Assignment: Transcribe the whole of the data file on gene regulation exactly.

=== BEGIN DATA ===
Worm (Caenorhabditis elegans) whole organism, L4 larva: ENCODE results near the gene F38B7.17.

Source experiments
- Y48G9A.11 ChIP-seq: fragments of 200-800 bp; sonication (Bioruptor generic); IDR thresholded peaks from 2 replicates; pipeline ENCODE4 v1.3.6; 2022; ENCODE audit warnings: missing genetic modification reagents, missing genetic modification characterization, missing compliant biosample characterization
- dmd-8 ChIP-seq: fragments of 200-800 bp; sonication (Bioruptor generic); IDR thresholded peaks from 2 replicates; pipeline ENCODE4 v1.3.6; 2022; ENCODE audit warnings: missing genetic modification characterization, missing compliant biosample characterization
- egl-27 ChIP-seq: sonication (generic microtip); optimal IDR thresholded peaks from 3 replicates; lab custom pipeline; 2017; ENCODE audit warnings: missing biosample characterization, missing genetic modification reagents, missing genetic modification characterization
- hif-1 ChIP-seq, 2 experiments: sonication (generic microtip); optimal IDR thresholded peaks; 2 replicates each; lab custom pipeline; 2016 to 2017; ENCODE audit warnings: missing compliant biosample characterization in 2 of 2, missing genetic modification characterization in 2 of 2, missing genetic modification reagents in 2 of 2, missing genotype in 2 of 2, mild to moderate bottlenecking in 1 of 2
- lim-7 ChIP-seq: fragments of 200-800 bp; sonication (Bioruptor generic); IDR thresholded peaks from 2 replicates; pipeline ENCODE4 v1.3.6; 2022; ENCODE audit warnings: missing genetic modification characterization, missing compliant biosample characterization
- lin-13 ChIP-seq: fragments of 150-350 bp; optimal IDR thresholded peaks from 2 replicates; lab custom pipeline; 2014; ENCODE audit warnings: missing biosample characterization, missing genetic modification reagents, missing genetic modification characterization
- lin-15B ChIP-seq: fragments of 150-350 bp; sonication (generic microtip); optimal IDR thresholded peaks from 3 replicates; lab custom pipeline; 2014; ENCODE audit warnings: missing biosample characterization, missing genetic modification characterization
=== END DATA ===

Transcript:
Worm (Caenorhabditis elegans) whole organism, L4 larva: ENCODE results near the gene F38B7.17.

Source experiments
- Y48G9A.11 ChIP-seq: fragments of 200-800 bp; sonication (Bioruptor generic); IDR thresholded peaks from 2 replicates; pipeline ENCODE4 v1.3.6; 2022; ENCODE audit warnings: missing genetic modification reagents, missing genetic modification characterization, missing compliant biosample characterization
- dmd-8 ChIP-seq: fragments of 200-800 bp; sonication (Bioruptor generic); IDR thresholded peaks from 2 replicates; pipeline ENCODE4 v1.3.6; 2022; ENCODE audit warnings: missing genetic modification characterization, missing compliant biosample characterization
- egl-27 ChIP-seq: sonication (generic microtip); optimal IDR thresholded peaks from 3 replicates; lab custom pipeline; 2017; ENCODE audit warnings: missing biosample characterization, missing genetic modification reagents, missing genetic modification characterization
- hif-1 ChIP-seq, 2 experiments: sonication (generic microtip); optimal IDR thresholded peaks; 2 replicates each; lab custom pipeline; 2016 to 2017; ENCODE audit warnings: missing compliant biosample characterization in 2 of 2, missing genetic modification characterization in 2 of 2, missing genetic modification reagents in 2 of 2, missing genotype in 2 of 2, mild to moderate bottlenecking in 1 of 2
- lim-7 ChIP-seq: fragments of 200-800 bp; sonication (Bioruptor generic); IDR thresholded peaks from 2 replicates; pipeline ENCODE4 v1.3.6; 2022; ENCODE audit warnings: missing genetic modification characterization, missing compliant biosample characterization
- lin-13 ChIP-seq: fragments of 150-350 bp; optimal IDR thresholded peaks from 2 replicates; lab custom pipeline; 2014; ENCODE audit warnings: missing biosample characterization, missing genetic modification reagents, missing genetic modification characterization
- lin-15B ChIP-seq: fragments of 150-350 bp; sonication (generic microtip); optimal IDR thresholded peaks from 3 replicates; lab custom pipeline; 2014; ENCODE audit warnings: missing biosample characterization, missing genetic modification characterization